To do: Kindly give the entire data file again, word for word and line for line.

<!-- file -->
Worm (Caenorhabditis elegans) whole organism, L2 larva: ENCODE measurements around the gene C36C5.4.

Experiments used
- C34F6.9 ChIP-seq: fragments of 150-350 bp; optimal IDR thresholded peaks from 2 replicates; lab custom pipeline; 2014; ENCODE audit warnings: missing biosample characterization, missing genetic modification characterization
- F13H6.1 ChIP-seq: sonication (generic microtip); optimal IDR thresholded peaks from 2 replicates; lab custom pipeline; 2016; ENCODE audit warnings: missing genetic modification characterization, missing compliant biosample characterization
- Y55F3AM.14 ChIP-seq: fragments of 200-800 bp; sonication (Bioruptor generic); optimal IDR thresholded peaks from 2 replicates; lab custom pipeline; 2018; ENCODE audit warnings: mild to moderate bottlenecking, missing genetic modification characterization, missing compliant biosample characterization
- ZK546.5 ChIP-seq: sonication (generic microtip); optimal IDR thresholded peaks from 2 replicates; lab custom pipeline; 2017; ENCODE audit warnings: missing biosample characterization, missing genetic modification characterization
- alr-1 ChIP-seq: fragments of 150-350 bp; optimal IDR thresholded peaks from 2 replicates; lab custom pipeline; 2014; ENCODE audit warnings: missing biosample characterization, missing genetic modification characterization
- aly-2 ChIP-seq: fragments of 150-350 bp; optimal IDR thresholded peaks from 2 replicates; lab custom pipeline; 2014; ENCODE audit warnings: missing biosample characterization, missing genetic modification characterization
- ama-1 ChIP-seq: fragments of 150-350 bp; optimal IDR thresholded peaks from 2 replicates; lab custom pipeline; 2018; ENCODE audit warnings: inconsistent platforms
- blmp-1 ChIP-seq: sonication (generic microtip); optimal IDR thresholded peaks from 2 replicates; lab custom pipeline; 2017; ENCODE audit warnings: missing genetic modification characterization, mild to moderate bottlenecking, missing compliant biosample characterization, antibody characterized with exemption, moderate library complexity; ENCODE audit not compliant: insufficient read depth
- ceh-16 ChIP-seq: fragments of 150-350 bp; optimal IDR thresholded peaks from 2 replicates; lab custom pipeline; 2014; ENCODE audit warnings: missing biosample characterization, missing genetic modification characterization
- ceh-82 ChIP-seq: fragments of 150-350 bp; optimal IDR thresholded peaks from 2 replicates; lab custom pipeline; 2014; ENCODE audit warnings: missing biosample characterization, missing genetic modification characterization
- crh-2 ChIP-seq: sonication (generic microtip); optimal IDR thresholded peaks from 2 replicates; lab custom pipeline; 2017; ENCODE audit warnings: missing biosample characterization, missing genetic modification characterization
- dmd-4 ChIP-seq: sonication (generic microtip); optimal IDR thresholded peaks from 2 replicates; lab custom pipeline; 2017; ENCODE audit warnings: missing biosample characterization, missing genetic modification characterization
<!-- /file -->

Worm (Caenorhabditis elegans) whole organism, L2 larva: ENCODE measurements around the gene C36C5.4.

Experiments used
- C34F6.9 ChIP-seq: fragments of 150-350 bp; optimal IDR thresholded peaks from 2 replicates; lab custom pipeline; 2014; ENCODE audit warnings: missing biosample characterization, missing genetic modification characterization
- F13H6.1 ChIP-seq: sonication (generic microtip); optimal IDR thresholded peaks from 2 replicates; lab custom pipeline; 2016; ENCODE audit warnings: missing genetic modification characterization, missing compliant biosample characterization
- Y55F3AM.14 ChIP-seq: fragments of 200-800 bp; sonication (Bioruptor generic); optimal IDR thresholded peaks from 2 replicates; lab custom pipeline; 2018; ENCODE audit warnings: mild to moderate bottlenecking, missing genetic modification characterization, missing compliant biosample characterization
- ZK546.5 ChIP-seq: sonication (generic microtip); optimal IDR thresholded peaks from 2 replicates; lab custom pipeline; 2017; ENCODE audit warnings: missing biosample characterization, missing genetic modification characterization
- alr-1 ChIP-seq: fragments of 150-350 bp; optimal IDR thresholded peaks from 2 replicates; lab custom pipeline; 2014; ENCODE audit warnings: missing biosample characterization, missing genetic modification characterization
- aly-2 ChIP-seq: fragments of 150-350 bp; optimal IDR thresholded peaks from 2 replicates; lab custom pipeline; 2014; ENCODE audit warnings: missing biosample characterization, missing genetic modification characterization
- ama-1 ChIP-seq: fragments of 150-350 bp; optimal IDR thresholded peaks from 2 replicates; lab custom pipeline; 2018; ENCODE audit warnings: inconsistent platforms
- blmp-1 ChIP-seq: sonication (generic microtip); optimal IDR thresholded peaks from 2 replicates; lab custom pipeline; 2017; ENCODE audit warnings: missing genetic modification characterization, mild to moderate bottlenecking, missing compliant biosample characterization, antibody characterized with exemption, moderate library complexity; ENCODE audit not compliant: insufficient read depth
- ceh-16 ChIP-seq: fragments of 150-350 bp; optimal IDR thresholded peaks from 2 replicates; lab custom pipeline; 2014; ENCODE audit warnings: missing biosample characterization, missing genetic modification characterization
- ceh-82 ChIP-seq: fragments of 150-350 bp; optimal IDR thresholded peaks from 2 replicates; lab custom pipeline; 2014; ENCODE audit warnings: missing biosample characterization, missing genetic modification characterization
- crh-2 ChIP-seq: sonication (generic microtip); optimal IDR thresholded peaks from 2 replicates; lab custom pipeline; 2017; ENCODE audit warnings: missing biosample characterization, missing genetic modification characterization
- dmd-4 ChIP-seq: sonication (generic microtip); optimal IDR thresholded peaks from 2 replicates; lab custom pipeline; 2017; ENCODE audit warnings: missing biosample characterization, missing genetic modification characterization